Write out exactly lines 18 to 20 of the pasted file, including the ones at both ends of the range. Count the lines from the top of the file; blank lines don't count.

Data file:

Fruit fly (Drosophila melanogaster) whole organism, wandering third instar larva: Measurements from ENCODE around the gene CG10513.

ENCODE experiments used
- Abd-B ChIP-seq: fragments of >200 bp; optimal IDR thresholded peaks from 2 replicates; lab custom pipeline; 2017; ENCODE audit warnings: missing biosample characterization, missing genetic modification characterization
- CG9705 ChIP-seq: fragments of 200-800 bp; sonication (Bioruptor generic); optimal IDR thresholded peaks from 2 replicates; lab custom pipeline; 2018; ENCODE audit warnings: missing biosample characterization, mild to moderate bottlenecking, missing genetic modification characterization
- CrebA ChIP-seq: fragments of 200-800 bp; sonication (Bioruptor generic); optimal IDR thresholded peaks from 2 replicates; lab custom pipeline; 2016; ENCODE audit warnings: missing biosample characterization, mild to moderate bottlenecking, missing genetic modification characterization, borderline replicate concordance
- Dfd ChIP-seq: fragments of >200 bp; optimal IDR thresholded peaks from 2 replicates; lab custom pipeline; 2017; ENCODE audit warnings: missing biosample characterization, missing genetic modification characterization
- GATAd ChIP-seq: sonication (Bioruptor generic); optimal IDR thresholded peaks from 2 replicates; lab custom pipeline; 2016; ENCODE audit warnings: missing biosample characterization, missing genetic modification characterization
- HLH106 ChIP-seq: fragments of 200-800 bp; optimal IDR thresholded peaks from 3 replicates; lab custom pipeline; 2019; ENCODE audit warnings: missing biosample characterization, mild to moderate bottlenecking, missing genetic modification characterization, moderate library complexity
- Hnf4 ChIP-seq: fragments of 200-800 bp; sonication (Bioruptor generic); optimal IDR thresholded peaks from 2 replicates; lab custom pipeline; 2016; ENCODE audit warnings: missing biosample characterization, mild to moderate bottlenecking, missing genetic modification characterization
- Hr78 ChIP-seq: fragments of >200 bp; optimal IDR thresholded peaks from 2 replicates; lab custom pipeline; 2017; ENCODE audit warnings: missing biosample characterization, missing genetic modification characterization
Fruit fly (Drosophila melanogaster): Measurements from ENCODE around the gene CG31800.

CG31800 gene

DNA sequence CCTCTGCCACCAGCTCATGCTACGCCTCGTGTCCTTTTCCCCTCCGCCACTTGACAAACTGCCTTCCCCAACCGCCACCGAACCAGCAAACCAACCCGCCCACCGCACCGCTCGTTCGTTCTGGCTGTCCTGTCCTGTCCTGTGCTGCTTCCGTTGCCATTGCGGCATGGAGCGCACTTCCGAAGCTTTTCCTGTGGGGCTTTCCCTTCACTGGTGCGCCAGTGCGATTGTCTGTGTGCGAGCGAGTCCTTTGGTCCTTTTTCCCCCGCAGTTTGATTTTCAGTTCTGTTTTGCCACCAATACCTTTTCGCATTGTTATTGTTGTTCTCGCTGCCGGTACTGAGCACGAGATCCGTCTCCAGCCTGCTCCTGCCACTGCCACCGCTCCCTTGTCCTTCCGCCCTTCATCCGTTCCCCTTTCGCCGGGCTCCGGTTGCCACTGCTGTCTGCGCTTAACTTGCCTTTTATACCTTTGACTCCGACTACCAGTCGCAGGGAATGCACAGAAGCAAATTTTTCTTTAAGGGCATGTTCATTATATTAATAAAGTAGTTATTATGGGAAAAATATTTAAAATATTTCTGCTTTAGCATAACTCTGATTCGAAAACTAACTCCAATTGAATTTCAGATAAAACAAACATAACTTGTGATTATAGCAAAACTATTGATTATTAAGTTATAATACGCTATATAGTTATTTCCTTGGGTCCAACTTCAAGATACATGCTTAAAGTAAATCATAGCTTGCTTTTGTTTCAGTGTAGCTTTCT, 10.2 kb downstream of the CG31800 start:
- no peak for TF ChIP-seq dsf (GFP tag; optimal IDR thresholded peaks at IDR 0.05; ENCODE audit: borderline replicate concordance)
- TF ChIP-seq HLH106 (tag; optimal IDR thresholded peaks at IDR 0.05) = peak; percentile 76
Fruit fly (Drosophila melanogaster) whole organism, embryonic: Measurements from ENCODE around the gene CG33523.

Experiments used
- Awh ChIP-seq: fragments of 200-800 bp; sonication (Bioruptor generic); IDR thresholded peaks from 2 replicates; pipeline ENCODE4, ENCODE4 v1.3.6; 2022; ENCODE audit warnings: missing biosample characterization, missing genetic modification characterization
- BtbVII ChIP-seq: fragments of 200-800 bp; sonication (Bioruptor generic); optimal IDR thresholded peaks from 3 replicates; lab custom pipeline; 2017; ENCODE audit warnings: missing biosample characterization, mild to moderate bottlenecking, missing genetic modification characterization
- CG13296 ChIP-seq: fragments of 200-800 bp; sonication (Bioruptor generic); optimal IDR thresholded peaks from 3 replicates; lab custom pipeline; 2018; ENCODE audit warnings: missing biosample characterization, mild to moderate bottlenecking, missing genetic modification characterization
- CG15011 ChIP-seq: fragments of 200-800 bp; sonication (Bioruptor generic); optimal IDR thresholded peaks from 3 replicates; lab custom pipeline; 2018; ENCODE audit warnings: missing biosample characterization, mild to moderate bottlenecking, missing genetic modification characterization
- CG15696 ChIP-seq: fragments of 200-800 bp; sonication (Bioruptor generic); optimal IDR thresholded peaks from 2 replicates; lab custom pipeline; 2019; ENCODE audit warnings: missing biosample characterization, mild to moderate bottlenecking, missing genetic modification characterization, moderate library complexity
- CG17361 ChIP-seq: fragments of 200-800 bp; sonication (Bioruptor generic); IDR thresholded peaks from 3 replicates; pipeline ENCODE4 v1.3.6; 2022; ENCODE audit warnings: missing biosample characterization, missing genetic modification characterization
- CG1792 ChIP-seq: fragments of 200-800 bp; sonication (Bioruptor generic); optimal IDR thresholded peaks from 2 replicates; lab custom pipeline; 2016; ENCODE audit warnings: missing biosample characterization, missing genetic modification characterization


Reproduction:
- Awh ChIP-seq: fragments of 200-800 bp; sonication (Bioruptor generic); IDR thresholded peaks from 2 replicates; pipeline ENCODE4, ENCODE4 v1.3.6; 2022; ENCODE audit warnings: missing biosample characterization, missing genetic modification characterization
- BtbVII ChIP-seq: fragments of 200-800 bp; sonication (Bioruptor generic); optimal IDR thresholded peaks from 3 replicates; lab custom pipeline; 2017; ENCODE audit warnings: missing biosample characterization, mild to moderate bottlenecking, missing genetic modification characterization
- CG13296 ChIP-seq: fragments of 200-800 bp; sonication (Bioruptor generic); optimal IDR thresholded peaks from 3 replicates; lab custom pipeline; 2018; ENCODE audit warnings: missing biosample characterization, mild to moderate bottlenecking, missing genetic modification characterization